Thursday 21 February 2019

Industrial commodities prices strong in Q3: World Bank

LONDON, October 30, 2017

The prices of industrial commodities continued to strengthen in the third quarter, while most agricultural prices remained broadly stable, according to the World Bank.

"Non-energy commodity prices rose over 2 per cent in the third quarter of 2017 with large variations among major groups. Metals prices surged by 10 per cent in the third quarter due to strong demand, particularly in China," the World Bank said in its October Commodity Markets Outlook.

The Commodity Markets Outlook is published twice a year, in April and October. It provides detailed market analysis for major commodity groups, including energy, agriculture, fertilizers, metals, and precious metals.

"Precious metals prices moved up 1 per cent as a result of solid investment demand and a weaker dollar. Agricultural prices declined nearly 1 per cent, continuing a trend of weakness that began earlier in the year," it stated.

The World Bank report said food prices dropped 1 per cent, reflecting softer prices for maize, rice, and other food items such as sugar.

Oils and meals bucked the trend by gaining 1 per cent on the back of strengthening soybean prices due to a smaller than-expected North America crop. Beverage prices increased modestly due to an advance in coffee prices. Raw materials prices slipped marginally, it stated.

Metals prices are projected to ease slightly in 2018 following a projected 22 per cent rise this year, added the report, noting that a 10 per cent fall in iron ore prices is anticipated to be offset by increases in all base metals prices, particularly due to mine supply tightness in lead (China), nickel (Australia), and zinc (Australia and the US).

The World Bank report cautioned that the upside risks to price forecasts include stronger-than-projected global demand and production shortages, while the downside risks include slower-than-anticipated demand from China and greater-than-expected production including the restart of idled capacity and an easing of production restrictions in the country, said the report.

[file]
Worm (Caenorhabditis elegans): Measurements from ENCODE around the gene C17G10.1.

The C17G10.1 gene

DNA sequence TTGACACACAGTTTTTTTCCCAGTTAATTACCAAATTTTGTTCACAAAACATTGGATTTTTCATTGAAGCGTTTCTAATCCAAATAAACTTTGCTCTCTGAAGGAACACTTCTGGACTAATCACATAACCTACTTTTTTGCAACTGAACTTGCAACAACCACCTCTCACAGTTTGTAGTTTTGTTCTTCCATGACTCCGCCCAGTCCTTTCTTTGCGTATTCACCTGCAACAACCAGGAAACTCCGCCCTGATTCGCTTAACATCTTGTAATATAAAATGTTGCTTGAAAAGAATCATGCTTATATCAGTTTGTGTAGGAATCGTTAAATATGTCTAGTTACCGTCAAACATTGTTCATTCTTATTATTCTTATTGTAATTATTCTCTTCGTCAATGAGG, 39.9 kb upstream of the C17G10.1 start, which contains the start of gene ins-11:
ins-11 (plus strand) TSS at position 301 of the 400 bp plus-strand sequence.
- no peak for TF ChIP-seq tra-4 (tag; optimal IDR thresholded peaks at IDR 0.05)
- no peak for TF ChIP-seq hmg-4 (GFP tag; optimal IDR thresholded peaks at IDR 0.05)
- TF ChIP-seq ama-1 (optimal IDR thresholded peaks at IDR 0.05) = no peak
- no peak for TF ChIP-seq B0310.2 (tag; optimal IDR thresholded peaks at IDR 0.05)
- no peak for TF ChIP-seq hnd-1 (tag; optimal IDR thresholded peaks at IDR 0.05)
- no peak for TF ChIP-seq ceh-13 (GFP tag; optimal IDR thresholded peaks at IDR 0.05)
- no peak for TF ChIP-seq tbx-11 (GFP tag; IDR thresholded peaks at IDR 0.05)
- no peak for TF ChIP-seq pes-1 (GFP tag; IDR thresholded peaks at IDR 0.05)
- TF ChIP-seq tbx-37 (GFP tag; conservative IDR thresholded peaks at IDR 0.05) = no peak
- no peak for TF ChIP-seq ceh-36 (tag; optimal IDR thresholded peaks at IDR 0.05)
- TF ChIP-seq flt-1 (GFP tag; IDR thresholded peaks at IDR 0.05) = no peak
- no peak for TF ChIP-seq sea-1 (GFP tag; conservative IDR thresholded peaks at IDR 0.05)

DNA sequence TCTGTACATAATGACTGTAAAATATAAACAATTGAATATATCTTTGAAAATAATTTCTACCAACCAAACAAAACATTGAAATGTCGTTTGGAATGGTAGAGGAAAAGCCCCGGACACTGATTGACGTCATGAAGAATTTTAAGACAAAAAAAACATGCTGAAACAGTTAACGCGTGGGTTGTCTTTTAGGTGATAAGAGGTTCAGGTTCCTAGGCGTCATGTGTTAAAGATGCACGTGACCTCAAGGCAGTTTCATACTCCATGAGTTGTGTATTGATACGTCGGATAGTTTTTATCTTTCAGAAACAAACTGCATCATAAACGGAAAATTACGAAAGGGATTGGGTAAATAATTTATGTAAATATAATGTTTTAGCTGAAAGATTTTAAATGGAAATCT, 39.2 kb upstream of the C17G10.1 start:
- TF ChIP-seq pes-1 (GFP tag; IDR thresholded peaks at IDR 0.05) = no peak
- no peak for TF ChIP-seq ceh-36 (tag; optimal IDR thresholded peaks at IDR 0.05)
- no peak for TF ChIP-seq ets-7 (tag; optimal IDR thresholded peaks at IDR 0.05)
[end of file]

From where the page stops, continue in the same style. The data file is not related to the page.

The precious metals prices are likely to decline 1 per cent in 2017 as expected hikes in interest rates materialise, but "with some divergence among categories."

Gold prices are projected to drop 1 per cent on expected higher US interest rates, according to the report, which added that silver prices are seen slipping slightly as well. Platinum is forecast to strengthen 4 per cent on advancing catalyst demand and tightening mine supply.

Agricultural prices are forecast to recede modestly in 2017 but largely stabilise in 2018, it stated.

Grain prices are projected to remain broadly stable in 2017 but are anticipated to increase 1 per cent in 2018 because of a projected tightness in maize supplies, said the World Bank in its outlook.

Oils and meals are seen following a similar path to grains because of supply tightness in the soybean market.

Beverage prices, which are expected to tumble almost 8 per cent in 2017, will climb only marginally in 2018 because of tightening coffee (Robusta) supplies.

Raw materials prices, which are forecast to move up more than 2 per cent in 2017, are projected to tick up even more in 2018 due to tight supplies of natural rubber. Overall, the agricultural price outlook is unrevised from April 2017, stated the report.

Disruptive weather at a global level is not expected during the current season, according to the report.
"Fears of a La Ni a cycle have not materialized. Thus far, subsidies to crop producers facing lower prices have been isolated events and have not skewed global prices. The large growth of biofuel production during the boom years (2005-11), which had a major effect on prices, is projected to slow.-TradeArabia News Service

Tags: World Bank | Industrial commodities |

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